I trimmed the canvas to within a 1/2 inch of stitching and clipped the curves.  I finger pressed to the back and used Clover clips to hold in place.  These clips come in several sizes, I like the green jumbos best (http://www.joann.com/clover-12pcs-jumbo-wonder-clips-neon-green/14789036.html). I buy them at JoAnns with my $$ off coupons.

 

I stitch the canvas to the back with a double waxed sewing thread. Always wax your thread…it makes it stronger and it keeps it from twisting and knotting.

I used a small piece of ultra-suede I had to back the wings; I used each stitched wing to cut a backing fabric. I marked the stitched needlepoint onto the wrong side of the fabric and clipped the curves. I cut two pieces of low-loft quilt batting using the patterns I made for the wings. I used one of the quilt battings to stabilize the backing fabric and to give me something to fold the ultra-suede back onto and it also gave me something to baste the fabric in place.

Then I sandwiched all together: needlepoint second batting and backing and pinned together. I stitched the wings. I also decided that there was not enough dimension to the wings so I stuffed them with fiber-fill. I didn’t think I filled them too much but they proved to be a problem later on.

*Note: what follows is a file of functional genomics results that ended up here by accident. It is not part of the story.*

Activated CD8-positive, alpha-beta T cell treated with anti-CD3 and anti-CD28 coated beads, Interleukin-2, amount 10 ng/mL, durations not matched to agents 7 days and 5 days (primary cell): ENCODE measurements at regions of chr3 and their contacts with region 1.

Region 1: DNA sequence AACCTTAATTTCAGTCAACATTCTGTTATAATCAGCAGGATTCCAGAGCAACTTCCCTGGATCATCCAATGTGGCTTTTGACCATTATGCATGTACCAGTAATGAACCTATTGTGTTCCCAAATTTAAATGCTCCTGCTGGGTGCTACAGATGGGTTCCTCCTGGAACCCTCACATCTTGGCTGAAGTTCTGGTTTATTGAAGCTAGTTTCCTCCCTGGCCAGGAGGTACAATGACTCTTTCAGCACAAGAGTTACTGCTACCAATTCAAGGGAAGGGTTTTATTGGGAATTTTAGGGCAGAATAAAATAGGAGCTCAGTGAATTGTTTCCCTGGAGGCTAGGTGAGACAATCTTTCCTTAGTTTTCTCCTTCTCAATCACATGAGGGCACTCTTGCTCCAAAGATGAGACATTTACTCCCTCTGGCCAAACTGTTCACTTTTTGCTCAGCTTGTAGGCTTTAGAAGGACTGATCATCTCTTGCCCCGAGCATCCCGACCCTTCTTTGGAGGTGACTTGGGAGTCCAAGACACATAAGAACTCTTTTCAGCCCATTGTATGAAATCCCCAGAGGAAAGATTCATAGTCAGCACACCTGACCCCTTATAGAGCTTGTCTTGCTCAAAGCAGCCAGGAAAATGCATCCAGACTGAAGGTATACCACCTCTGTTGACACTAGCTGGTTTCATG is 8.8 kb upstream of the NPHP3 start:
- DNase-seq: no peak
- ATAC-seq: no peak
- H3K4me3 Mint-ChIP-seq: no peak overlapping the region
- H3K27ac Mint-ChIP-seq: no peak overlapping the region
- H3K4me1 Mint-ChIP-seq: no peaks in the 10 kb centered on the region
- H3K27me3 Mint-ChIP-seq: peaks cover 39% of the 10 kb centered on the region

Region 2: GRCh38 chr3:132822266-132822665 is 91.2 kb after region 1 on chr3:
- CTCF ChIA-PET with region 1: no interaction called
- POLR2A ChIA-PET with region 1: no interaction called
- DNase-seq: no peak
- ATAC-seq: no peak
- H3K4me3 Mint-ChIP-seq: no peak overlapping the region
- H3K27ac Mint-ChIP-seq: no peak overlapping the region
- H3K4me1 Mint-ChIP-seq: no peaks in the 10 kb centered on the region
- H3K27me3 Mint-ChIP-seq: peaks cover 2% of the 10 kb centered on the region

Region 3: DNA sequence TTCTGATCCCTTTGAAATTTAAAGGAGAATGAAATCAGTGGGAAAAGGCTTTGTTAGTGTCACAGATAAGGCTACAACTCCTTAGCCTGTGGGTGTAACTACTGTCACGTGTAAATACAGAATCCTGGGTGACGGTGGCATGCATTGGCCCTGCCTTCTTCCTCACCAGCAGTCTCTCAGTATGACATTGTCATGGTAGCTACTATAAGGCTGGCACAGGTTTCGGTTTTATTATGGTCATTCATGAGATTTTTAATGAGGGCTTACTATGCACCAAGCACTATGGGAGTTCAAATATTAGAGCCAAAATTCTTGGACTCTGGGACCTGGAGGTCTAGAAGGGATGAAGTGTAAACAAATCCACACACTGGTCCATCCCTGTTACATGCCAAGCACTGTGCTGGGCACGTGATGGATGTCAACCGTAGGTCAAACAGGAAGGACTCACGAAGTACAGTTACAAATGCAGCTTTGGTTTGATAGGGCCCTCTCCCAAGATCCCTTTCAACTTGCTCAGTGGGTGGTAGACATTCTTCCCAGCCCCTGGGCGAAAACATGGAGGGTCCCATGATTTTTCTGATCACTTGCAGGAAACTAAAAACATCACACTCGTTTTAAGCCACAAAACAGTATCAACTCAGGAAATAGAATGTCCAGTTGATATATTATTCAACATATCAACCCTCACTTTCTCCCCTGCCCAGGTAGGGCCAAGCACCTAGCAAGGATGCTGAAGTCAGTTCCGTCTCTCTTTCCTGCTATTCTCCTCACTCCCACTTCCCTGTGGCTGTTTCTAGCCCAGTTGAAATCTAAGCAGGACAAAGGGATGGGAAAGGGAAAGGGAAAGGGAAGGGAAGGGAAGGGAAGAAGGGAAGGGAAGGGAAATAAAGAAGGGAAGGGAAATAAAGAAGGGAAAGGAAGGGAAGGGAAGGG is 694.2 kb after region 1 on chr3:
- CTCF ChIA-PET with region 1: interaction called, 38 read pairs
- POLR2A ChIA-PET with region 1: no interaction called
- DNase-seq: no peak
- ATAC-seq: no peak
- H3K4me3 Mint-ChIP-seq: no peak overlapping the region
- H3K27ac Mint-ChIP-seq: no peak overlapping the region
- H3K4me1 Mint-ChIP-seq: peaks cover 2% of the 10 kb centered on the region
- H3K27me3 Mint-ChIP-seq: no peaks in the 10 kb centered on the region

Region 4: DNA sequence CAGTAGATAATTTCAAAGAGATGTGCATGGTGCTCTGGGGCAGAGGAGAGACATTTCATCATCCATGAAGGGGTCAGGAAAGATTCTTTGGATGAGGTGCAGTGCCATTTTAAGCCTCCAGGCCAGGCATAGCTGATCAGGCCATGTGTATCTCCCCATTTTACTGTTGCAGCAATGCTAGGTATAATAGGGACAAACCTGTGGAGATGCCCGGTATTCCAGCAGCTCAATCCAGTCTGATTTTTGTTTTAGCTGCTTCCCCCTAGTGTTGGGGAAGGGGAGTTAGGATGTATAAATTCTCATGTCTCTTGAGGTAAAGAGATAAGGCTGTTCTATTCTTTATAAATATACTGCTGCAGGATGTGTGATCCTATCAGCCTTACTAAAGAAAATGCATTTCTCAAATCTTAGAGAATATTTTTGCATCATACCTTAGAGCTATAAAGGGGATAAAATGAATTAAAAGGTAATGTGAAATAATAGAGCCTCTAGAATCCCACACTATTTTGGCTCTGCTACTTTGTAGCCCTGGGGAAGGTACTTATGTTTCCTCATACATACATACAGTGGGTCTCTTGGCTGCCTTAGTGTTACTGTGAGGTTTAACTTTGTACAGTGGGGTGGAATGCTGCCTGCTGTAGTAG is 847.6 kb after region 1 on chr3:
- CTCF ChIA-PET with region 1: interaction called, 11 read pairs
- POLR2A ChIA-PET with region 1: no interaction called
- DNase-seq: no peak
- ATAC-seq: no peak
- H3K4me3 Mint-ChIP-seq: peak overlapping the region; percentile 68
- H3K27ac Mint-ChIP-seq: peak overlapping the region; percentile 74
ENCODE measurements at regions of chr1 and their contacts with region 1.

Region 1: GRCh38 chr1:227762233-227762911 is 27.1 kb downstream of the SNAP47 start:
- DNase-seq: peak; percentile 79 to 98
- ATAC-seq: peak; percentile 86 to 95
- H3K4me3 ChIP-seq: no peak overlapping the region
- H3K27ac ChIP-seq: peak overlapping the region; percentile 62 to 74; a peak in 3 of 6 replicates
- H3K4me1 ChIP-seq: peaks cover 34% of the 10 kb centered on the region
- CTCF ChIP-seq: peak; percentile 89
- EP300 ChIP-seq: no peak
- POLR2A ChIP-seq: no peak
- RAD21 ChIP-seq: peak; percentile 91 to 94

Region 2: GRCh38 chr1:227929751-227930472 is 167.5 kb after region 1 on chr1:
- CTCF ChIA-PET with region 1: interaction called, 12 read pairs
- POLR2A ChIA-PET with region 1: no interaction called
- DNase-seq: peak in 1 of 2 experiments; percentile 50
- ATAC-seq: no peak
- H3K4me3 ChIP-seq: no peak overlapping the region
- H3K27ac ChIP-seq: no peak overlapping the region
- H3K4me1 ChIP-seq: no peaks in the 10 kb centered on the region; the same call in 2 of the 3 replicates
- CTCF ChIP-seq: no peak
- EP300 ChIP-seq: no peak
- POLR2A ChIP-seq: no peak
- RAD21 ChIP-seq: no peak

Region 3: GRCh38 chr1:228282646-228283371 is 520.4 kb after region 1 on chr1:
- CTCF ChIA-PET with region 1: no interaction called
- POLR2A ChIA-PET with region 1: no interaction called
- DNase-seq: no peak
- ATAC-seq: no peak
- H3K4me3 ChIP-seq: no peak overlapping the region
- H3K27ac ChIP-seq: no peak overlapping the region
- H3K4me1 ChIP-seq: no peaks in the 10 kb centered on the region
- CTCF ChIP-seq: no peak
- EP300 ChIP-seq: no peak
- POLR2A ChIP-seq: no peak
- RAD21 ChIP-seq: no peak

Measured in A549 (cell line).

I also made a small cording, joined and stitched it around the wings…The wings were completed and truthfully I think this took me a couple days, but they were no problem.

Next I finished the side straight pieces; one short and one long…these had the decorative flowers stitched on them. I used pretty much the same method I had used finishing the wings without the fiber-fill.

Using the patterns I cut batting for large and small side pieces. I cut the needlepoint to within 1/2 inch of stitching.

I finger pressed the edges to the back mitering the corners around the craft weight quilt batting, pinning in place.

Using a double waxed length of sewing thread I laced the sides together,  starting in the middle and working toward ends and stitching the mitered corners.

Then I cut backing fabric 1/2 inch larger that the needlepoint. I finger pressed and pined to be just slightly smaller than the finished needlepoint. I pressed this in place with my new gadget I purchased some time ago to help with finishing. It’s a Clover Mini Iron with all sorts or attachments. It has a large and small iron head, a ball head (I think for curves, a long thin head (probably for corners and a cutting knife. And I doubt I will ever use the cutting knife since I do not want to gunk up the iron for finishing.

The reason that I stitched these slightly smaller than the needlepoint is because when I assemble the pieces together I am going to join them together through the needlepoint and therefore the lining needed to be slightly smaller because it will be inside the bird.

I stitched the backing to the needlepoint using a single waxed thread.  These pieces went quickly and I thought I was on a roll; then finish came to an abrupt halt.

The bird body gave me some trouble and so if you don’t mind I am going to continue this saga next week., otherwise this post will be way toooooo long. I can give you a hint…I did finish this bird but it took me the better part of a week, a few well-chosen words and a do over. But for now…

Thank you for stopping by, I hope you have time to stitch today!

ttfn…sue